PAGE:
myTHREAD PAVILION: GENERATIVE FABRICATION IN KNITTING PROCESSES
Jenny E. Sabin
Advancements in weaving, knitting and braiding technologies have brought to surface high-tech and high-performance composite fabrics. These products have historically infiltrated the aerospace, automobile, sports and marine industries, but architecture has not yet fully benefitted from these lightweight freeform surface structures.
myThread, a commission from the Nike FlyKnit Collective, features knitted textile structures at the scale of a pavilion. The evolution of digital tools in architecture has prompted new techniques of fabrication alongside new understandings in the organization of material through its properties and potential for assemblage.
No longer privileging column, beam and arch, our definition of architectural tectonics has broadened alongside advancements made in computational design. Internal geometries inherent to natural forms, whose complexity could not be computed with the human mind alone, may now be explored synthetically through mathematics and generative systems.
Textiles offer architecture a robust design process whereby computational techniques, pattern manipulation, material production and fabrication are explored as an interconnected loop that may feedback upon itself in no particular linear fashion.
The myThread Pavilion integrates emerging technologies in design through the materialization of dynamic data sets generated by the human body engaged in sport and movement activities in the city.
Turning performance into structure for the Nike Flyknit Collective, Jenny Sabin works at the intersection of art, architecture, design and science. There are instant similarities in this approach to the work of Nike’s Innovation Kitchen, where disciplines from different fields are brought together with a view to re-thinking basic principles and approaches to design challenges.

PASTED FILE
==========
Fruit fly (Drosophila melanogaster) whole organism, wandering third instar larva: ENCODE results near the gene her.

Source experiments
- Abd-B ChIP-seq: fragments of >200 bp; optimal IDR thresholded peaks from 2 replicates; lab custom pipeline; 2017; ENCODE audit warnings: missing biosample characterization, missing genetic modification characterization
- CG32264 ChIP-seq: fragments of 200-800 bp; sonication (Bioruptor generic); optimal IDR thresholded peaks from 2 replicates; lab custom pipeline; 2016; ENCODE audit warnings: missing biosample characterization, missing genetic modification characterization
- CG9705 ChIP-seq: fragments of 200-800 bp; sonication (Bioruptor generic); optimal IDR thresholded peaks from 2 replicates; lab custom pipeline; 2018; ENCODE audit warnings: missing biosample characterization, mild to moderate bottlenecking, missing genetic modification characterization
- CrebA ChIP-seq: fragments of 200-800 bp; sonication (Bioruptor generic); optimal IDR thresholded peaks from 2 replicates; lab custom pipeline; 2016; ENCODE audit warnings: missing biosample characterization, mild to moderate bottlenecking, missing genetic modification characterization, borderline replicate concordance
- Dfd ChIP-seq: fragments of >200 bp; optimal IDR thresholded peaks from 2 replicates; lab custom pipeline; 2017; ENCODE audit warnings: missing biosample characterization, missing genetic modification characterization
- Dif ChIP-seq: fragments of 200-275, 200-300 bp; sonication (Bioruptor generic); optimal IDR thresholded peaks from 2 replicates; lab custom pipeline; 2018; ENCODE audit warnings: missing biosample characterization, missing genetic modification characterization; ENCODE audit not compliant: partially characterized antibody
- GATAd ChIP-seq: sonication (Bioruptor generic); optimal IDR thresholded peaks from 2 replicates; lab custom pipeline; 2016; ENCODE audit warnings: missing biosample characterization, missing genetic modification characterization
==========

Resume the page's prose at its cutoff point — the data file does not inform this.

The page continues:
This project aims to engage a new material practice and next steps in digital fabrication in architecture through the production of models and prototypes via cutting-edge parametric and associative software that interface fabrication technologies in related, but alternative disciplines.
By digitally crafting these new formfitting material systems at architectural scales, beautiful formal possibilities emerge allowing for the construction of novel spaces and immersive adaptive environments that ultimately advance textile tectonics in architecture.
Importantly, this project seeks to communicate, document and make public advances in tooling and textile fabrication towards the design and production of nonlinear systems via complex geometries. Central to this is the integration of fields and industries outside of our own with the promise of advancing the functional, adaptive and formfitting nature of knit material alongside provocative emergent forms and spaces.
This is achieved through visualization models of human bio-data — motion data from a large group of runners — transformed and realized as a new choreography of performances in the context of a fully knitted pavilion.
Simply put, the generative design strategy is based on prior performances that are translated into present-tense performance through a finely tuned material assembly of knitted threads that respond and adapt to the presence or absence of light. The main goal of this project concerns the evolution of digital complexity in the built world.
The myThread Pavilion is the result of collaboration across disciplines and industries including architecture, textiles, sportswear and engineering. Linking biology and innovation, technology and tradition, this is an analog manifestation both of the benefits of Nike FlyKnit, and also the activities and performance of the individuals that went into its making.
This installation’s adaptable sensitivity and flexibility mirrors the human form. It is its own environment, its own community and its own energy. While interpreting and visualizing human data, the pavilion also becomes a body itself by virtue of a dynamic, spatial interiority and the presence of a multitude of actual human interactions.